Wednesday night in the Windy City, the Miami Heat saw their 27-game winning streak get snapped by the hometown Chicago Bulls and this game created more far more discussion than just the end of a great run. There are several things to take from this game and how they are applied going forward has meaning not only for the Bulls, the Heat and the NBA itself but also for you as a bettor.
First, the streak must be appreciated regardless of the teams the Heat defeated during the run and regardless of the era in which they did it. Many talking heads have questioned just where this Miami Heat accomplishment lies in the annals of sports history simply because the Eastern Conference is pretty bad.
Look, it’s difficult to win 27-straight whether it’s in the NBA, college basketball or the local church youth league so that needs to be respected. Miami gave NBA fans some great moments along the streak and the fact it was provided by LeBron James and Dwyane Wade makes it that much better for everyone involved.
Secondly, I have to wonder if the Chicago Bulls haven’t provided a blueprint for getting under the Miami Heat’s skin. Ironically earlier in the day, former Detroit Pistons’ ‘Bad Boy’ Bill Laimbeer was on Jay Mohr Sports talking about how the NBA has virtually made it impossible to intimidate and harass teams the way they once did.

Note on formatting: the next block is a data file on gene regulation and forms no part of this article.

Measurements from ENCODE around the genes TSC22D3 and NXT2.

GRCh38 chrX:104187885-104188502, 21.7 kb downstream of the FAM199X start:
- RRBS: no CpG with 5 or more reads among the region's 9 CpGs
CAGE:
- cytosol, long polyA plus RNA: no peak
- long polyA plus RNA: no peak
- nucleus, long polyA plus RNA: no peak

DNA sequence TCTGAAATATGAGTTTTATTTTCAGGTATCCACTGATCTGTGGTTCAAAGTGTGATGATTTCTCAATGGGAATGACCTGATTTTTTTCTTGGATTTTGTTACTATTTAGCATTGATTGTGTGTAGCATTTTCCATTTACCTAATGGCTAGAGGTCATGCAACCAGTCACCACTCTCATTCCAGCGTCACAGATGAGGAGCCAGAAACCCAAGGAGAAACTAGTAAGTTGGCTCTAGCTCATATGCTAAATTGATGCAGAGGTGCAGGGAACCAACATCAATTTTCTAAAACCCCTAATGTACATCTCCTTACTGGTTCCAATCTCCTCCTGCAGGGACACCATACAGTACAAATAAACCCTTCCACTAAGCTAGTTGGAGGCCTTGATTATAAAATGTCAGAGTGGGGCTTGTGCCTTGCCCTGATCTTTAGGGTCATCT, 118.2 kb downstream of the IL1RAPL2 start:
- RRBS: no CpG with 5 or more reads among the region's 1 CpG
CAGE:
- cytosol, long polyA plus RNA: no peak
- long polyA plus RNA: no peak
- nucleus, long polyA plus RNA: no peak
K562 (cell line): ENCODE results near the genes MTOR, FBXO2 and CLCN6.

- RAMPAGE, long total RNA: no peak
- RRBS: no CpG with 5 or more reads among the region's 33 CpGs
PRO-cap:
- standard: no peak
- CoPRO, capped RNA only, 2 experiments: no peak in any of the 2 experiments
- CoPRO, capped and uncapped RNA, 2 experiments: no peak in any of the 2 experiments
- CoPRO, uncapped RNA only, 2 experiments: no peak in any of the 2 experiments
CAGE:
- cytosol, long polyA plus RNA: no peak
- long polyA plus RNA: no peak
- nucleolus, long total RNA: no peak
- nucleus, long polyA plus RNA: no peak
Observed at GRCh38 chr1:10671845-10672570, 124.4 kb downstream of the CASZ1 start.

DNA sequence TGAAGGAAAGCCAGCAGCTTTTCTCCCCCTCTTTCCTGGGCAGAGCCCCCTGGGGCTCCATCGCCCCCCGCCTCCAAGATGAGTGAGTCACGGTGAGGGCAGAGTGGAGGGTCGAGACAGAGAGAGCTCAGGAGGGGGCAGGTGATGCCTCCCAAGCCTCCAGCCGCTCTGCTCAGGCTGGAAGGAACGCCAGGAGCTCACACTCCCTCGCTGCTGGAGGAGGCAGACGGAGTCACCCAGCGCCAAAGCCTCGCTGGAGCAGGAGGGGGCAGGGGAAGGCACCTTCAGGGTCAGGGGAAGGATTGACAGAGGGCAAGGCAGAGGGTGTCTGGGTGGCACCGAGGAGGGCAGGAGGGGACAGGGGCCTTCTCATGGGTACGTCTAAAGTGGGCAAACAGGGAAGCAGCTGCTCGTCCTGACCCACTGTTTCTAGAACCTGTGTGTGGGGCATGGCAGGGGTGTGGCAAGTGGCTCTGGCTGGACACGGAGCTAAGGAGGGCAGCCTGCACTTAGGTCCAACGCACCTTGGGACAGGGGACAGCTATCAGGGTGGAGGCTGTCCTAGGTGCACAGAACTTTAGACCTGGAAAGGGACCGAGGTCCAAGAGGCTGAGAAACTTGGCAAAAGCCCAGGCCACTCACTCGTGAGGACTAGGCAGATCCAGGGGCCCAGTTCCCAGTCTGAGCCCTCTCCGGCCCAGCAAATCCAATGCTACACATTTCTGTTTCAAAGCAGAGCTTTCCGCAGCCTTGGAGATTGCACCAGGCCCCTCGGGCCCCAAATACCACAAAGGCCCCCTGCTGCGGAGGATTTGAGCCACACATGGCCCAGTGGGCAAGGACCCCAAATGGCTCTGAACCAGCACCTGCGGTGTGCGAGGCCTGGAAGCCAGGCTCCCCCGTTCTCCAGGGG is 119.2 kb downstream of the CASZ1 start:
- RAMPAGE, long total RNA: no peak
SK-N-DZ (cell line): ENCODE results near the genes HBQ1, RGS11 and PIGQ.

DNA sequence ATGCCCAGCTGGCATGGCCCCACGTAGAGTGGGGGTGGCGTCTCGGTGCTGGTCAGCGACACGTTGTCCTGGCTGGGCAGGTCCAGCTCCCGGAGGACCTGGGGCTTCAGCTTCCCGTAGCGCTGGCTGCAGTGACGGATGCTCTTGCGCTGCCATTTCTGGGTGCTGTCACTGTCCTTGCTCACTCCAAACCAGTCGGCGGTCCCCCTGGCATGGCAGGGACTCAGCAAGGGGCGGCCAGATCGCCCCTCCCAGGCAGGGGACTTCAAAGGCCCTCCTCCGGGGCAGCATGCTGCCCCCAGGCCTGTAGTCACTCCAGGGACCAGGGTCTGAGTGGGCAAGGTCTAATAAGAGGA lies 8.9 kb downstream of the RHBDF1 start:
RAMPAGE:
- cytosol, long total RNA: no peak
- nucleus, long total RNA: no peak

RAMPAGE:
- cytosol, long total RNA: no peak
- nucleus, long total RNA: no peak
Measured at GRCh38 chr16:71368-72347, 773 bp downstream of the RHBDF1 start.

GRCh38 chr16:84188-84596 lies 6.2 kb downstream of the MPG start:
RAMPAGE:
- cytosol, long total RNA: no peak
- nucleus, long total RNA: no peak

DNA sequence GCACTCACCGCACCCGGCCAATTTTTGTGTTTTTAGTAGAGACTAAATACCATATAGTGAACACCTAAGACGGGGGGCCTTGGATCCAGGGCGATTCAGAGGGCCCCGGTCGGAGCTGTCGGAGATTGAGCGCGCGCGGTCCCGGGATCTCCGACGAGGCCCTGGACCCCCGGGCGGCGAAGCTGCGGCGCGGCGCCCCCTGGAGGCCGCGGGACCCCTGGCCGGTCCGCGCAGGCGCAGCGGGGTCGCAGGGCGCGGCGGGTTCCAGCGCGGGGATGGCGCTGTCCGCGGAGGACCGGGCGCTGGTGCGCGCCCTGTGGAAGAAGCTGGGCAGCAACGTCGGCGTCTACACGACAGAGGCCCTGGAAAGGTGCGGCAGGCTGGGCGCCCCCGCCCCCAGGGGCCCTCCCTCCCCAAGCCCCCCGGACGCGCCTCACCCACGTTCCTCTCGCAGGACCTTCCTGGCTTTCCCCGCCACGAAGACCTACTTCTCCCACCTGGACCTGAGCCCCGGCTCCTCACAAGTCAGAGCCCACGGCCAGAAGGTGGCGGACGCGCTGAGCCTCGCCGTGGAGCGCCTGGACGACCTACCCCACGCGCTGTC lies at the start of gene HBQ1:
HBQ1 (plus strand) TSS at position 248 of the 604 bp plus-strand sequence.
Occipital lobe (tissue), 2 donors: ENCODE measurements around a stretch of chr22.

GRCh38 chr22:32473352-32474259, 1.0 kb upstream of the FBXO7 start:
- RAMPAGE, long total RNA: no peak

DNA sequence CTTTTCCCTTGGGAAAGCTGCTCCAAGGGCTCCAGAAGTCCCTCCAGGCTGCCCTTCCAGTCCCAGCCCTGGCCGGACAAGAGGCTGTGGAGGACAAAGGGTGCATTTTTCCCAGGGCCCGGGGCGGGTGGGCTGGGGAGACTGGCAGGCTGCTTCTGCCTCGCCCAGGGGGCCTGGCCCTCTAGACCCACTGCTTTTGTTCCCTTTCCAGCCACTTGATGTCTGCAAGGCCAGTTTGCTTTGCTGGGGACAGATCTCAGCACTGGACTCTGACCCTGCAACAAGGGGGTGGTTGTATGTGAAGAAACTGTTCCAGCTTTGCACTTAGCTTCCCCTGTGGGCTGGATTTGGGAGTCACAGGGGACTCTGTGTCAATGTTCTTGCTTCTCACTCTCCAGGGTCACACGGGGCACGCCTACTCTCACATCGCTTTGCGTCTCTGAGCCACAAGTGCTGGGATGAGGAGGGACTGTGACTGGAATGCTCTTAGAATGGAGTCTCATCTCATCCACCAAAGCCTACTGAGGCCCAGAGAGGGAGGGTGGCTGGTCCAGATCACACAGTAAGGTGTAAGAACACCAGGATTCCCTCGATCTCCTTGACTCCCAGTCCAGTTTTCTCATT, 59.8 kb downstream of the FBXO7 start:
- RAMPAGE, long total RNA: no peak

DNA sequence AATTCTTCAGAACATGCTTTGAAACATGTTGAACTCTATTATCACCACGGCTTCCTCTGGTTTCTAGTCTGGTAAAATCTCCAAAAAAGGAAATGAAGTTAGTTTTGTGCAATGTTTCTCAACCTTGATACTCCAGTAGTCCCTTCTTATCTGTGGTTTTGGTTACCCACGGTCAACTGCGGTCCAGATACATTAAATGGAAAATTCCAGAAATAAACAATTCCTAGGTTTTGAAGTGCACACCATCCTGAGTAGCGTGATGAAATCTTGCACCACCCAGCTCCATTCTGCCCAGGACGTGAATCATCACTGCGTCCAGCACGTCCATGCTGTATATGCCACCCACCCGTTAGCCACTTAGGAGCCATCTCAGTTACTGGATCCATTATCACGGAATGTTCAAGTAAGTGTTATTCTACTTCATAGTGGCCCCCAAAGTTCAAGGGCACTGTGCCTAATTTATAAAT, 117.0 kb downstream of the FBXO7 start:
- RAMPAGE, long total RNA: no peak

This was exactly what the Bulls did on Wednesday night and it was clear that James in particular was not at the top of his game because of it. I wouldn’t say there were any take-downs reminiscent of the old Pistons or mid-1990’s New York Knicks, but it was clear to me that Chicago went into the game with an attitude of aggressiveness and it paid off.
James and the Heat not only lost, but James came off afterward like a spoiled brat who didn’t get his way in the loss. Late in the game of course James apparently had had enough when he lowered his shoulder into Carlos Boozer while Boozer set a screen. Boozer had none of it and immediately jawed at James in the aftermath.
Earlier in the game, James had been taken down on two separate drives to the basket and both were clearly aggressive and intentional shots to keep him from finishing the play, but LeBron needs to stop and think about things before whining afterwards. Much like Duke Coach Mike Krzyzewski was panned for whining about crowd control after a loss at Virginia, James should have received equal treatment.
LeBron must realize that superstars like him will always get the benefit of the doubt on calls. Traveling for instance is nearly non-existent thanks Michael Jordan and any time there is a 50-50 call it always goes the way of the superstar. James can whine all he wants to about the physical play, but he can’t have it both ways.
Or can he?
Let’s face it, do any of us really think David Stern would allow James and company to not play their style of basketball right through to the NBA Finals? The answer is no. Stern has seen what San Antonio-Detroit finals’ match-ups do for ratings.
What the game means for you is looking carefully at lines and over/unders for remaining Heat games. If other teams adopt this mentality of aggressive play against Miami and it flies, then you need to adjust accordingly. Commissioner Stern has already gone through his ‘Roger Goodell period’ of softening the game and he will more than likely not allow the tough fouls on superstars very long. For now though, Miami better be ready hard fouls moving forward.